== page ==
25 Aim: Fundamental Counting Principle Course: Alg. 2 & Trig. Probability of A or B What is the probability of spinning a number greater than 8 or an odd number? Count the number of successes for n > 8 n - odd 9, 10, 11, , 3, 5, 7, 9, 11 not mutually exclusive

26 Aim: Fundamental Counting Principle Course: Alg. 2 & Trig. Probability of (A or B) Example: Find the probability of rolling a die and getting a number that is odd or greater than 2. {1,3,5}{3,4,5,6} successes P(A or B) = P(A) + P(B) - P(A and B) P(A B) = P(A) + P(B) - P(A B) P(A B) = n(A) + n(B) - n(A B) n(S) n(S) n(S) If A and B are not mutually exclusive events, then

27 Aim: Fundamental Counting Principle Course: Alg. 2 & Trig. Probability Rules 1. The probability of an impossible event is The probability of an event that is certain to occur is The probability of an event E must be greater than or equal to 0 and less that or equal to P(A and B) = n(A B) n(S) 5. P(A or B) = P(A) + P(B) - P(A B) 6. P(Not A) = 1 - P(A) 7. The probability of any even is equal to the sum of the probabilities of the singleton outcomes in the event. 8. The sum of the probabilities of all possible singleton outcomes for any sample space must always equal 1.

28 Aim: Fundamental Counting Principle Course: Alg. 2 & Trig. Model Problems In drawing a card from the deck at random, find the probability that the card is: A. A red king B. A 10 or an ace C. A jack or a club A red king must be red and a king P(red and king) = 2 52 There are 4 jacks and 13 clubs, but one of the cards is both (jack of clubs) P(jacks or clubs) = _ = 10s and aces have no common outcomes P(10s or aces) = _ = 8 P(A and B) = P(A) · P(B) P(A B) = P(A) + P(B) - P(A B) mutually exclusive not mutually exclusive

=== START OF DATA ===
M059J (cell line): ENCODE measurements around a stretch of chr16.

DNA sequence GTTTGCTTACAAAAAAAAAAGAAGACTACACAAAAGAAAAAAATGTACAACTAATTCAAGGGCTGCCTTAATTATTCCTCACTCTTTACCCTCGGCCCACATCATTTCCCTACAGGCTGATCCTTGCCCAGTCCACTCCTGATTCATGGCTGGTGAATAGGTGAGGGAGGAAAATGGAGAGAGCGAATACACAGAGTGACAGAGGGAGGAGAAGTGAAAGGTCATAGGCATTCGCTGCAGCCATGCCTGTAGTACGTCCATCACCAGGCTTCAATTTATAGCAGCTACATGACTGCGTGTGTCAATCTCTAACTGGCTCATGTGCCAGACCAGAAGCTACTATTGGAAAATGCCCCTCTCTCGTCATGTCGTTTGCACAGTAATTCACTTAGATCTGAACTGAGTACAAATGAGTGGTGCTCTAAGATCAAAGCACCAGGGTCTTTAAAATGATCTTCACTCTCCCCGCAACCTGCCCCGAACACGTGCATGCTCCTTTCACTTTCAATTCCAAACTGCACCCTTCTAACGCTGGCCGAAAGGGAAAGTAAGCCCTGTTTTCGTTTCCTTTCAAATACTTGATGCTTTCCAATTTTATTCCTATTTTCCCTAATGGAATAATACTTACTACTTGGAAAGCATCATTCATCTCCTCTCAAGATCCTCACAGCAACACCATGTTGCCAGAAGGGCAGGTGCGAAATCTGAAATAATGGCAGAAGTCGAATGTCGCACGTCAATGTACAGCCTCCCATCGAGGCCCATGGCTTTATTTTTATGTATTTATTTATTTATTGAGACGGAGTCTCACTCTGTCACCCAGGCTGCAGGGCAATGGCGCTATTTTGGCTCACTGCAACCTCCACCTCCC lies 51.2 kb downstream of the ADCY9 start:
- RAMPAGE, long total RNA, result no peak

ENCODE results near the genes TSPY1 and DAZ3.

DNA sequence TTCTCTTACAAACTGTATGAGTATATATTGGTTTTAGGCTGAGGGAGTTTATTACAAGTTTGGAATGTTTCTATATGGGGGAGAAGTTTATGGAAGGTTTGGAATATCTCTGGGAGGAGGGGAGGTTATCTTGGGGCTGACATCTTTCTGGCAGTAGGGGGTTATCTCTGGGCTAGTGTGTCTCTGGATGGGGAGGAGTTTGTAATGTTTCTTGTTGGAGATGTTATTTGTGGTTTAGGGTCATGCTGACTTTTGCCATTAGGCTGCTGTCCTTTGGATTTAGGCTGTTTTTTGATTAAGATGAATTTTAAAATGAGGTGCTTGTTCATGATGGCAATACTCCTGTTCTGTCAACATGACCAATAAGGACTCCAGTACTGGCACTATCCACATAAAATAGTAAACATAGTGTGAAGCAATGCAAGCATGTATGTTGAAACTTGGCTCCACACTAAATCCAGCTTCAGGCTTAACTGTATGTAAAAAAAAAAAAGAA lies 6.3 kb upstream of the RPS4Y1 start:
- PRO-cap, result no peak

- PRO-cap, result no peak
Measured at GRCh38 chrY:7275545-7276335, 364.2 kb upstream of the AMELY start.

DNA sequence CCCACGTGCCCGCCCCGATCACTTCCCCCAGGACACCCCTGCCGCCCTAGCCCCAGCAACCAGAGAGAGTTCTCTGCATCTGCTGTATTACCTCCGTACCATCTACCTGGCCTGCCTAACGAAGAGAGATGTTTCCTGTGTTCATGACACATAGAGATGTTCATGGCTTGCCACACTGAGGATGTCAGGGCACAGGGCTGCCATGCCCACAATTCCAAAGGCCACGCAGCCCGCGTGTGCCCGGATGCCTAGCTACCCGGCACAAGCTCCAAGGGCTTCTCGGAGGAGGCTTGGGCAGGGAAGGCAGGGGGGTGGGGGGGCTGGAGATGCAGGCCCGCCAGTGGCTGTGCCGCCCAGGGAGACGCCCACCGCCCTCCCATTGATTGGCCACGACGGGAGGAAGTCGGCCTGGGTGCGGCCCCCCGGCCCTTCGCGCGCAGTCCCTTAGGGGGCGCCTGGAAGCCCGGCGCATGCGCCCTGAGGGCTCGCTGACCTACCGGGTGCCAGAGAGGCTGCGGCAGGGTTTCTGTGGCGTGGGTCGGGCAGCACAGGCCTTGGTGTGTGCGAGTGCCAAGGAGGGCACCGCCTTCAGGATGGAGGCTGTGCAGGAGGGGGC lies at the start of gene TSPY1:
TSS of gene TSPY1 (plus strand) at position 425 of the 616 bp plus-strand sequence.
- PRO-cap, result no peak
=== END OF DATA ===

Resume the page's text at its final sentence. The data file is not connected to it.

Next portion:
29 Aim: Fundamental Counting Principle Course: Alg. 2 & Trig. Model Problems Based on the table below, if one person is randomly selected from the US military, find the probability that this person is in the Army or is a woman. Air Force ArmyMarinesNavyTotal Male Female Total Active Duty US Military Personnel, in 000s P(A B) = P(A) + P(B) - P(A B) P(Army Female) = P(A) + P(F) - P(A F) not mutually exclusive

30 Aim: Fundamental Counting Principle Course: Alg. 2 & Trig. Model Problems Five more men than women are riding a bus as passengers. The probability that a man will be the first passenger to leave the bus is 2/3. How many passengers on the bus are men, and how many are women? x = number of women x + 5 = number of men 2x + 5 = number of passengers P(man) = Number of men Number of passengers x + 5 2x = 4x + 10 = 3x + 15 x = 5 x + 5 =

31 Aim: Fundamental Counting Principle Course: Alg. 2 & Trig. Model Problem A special family has had nine girls in a row. Find the probability of this occurrence. Having a girl is an independent event with P(1 girl) = 1/2 P(A and B) = P(A) · P(B) Probability of two Independent Events extends to multiple independent events

32 Aim: Fundamental Counting Principle Course: Alg. 2 & Trig. Model Problem If the probability that South Florida will be hit by a hurricane in any single year is 5/19 a)What is the probability that S. Florida will be hit by a hurricane in three consecutive years? b)What is the probability that S. Florida will not be hit by a hurricane in the next ten years? The probability of event (A) plus the probability of "not A or ~A, equals 1: P(A) + P(~A) = 1; P(A) = 1 – P(~A); P(~A) = 1 – P(A)